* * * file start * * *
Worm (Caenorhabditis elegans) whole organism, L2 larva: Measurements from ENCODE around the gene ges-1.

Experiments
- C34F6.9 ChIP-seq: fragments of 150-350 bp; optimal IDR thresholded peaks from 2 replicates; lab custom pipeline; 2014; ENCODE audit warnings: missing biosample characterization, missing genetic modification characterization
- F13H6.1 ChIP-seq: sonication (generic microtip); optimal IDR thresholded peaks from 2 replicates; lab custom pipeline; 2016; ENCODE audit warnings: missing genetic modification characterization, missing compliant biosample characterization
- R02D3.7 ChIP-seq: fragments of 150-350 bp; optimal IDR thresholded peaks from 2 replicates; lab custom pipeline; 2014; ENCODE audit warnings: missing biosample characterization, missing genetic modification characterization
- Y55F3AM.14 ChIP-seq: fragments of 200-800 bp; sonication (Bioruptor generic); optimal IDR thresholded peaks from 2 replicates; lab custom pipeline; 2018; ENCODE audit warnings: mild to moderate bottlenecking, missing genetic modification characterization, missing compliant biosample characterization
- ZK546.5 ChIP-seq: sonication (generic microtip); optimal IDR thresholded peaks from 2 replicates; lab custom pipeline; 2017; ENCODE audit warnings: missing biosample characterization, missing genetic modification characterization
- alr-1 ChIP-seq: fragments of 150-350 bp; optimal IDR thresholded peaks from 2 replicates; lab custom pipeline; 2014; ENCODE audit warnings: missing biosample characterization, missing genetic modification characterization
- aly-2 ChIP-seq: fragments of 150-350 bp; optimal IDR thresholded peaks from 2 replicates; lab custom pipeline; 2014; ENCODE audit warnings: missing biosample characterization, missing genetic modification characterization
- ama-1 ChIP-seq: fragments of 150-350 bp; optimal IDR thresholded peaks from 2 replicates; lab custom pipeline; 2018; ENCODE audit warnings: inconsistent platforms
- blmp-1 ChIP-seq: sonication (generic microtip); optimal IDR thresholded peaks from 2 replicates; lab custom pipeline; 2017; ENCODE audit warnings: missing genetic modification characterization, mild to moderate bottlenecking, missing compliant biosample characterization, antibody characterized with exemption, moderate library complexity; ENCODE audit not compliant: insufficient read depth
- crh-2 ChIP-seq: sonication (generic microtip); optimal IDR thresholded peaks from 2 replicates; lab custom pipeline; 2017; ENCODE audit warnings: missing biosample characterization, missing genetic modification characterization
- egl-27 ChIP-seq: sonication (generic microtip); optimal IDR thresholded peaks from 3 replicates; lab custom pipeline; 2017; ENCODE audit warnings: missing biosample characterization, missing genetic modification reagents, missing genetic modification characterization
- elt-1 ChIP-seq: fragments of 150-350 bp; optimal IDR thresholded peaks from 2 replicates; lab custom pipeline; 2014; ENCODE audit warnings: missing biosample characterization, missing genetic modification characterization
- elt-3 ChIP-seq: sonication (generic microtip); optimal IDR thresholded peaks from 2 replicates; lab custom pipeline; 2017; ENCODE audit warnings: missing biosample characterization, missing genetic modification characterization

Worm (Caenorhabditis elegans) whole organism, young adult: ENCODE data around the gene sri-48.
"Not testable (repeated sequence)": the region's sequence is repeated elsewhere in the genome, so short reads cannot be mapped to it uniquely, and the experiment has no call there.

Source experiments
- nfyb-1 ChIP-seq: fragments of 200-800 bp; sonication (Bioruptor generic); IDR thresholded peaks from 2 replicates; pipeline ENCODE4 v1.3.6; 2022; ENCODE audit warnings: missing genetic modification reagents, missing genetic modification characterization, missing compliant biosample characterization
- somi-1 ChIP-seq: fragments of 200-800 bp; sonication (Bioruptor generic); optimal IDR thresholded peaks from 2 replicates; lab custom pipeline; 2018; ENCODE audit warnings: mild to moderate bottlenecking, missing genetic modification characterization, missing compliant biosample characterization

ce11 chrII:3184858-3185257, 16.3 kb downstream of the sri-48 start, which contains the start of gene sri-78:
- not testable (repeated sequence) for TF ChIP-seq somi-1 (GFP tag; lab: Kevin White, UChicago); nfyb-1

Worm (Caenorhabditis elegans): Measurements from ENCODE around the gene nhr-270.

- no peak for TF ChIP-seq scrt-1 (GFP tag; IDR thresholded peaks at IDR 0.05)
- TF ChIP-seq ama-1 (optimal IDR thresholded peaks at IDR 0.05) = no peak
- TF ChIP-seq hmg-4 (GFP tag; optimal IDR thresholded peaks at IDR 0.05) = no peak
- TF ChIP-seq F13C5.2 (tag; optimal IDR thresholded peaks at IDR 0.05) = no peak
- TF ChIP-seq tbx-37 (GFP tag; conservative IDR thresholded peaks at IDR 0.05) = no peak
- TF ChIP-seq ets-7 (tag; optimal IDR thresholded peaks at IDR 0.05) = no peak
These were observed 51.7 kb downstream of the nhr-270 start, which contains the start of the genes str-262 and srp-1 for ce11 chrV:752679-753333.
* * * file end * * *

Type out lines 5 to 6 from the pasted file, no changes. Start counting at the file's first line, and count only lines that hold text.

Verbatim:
- R02D3.7 ChIP-seq: fragments of 150-350 bp; optimal IDR thresholded peaks from 2 replicates; lab custom pipeline; 2014; ENCODE audit warnings: missing biosample characterization, missing genetic modification characterization
- Y55F3AM.14 ChIP-seq: fragments of 200-800 bp; sonication (Bioruptor generic); optimal IDR thresholded peaks from 2 replicates; lab custom pipeline; 2018; ENCODE audit warnings: mild to moderate bottlenecking, missing genetic modification characterization, missing compliant biosample characterization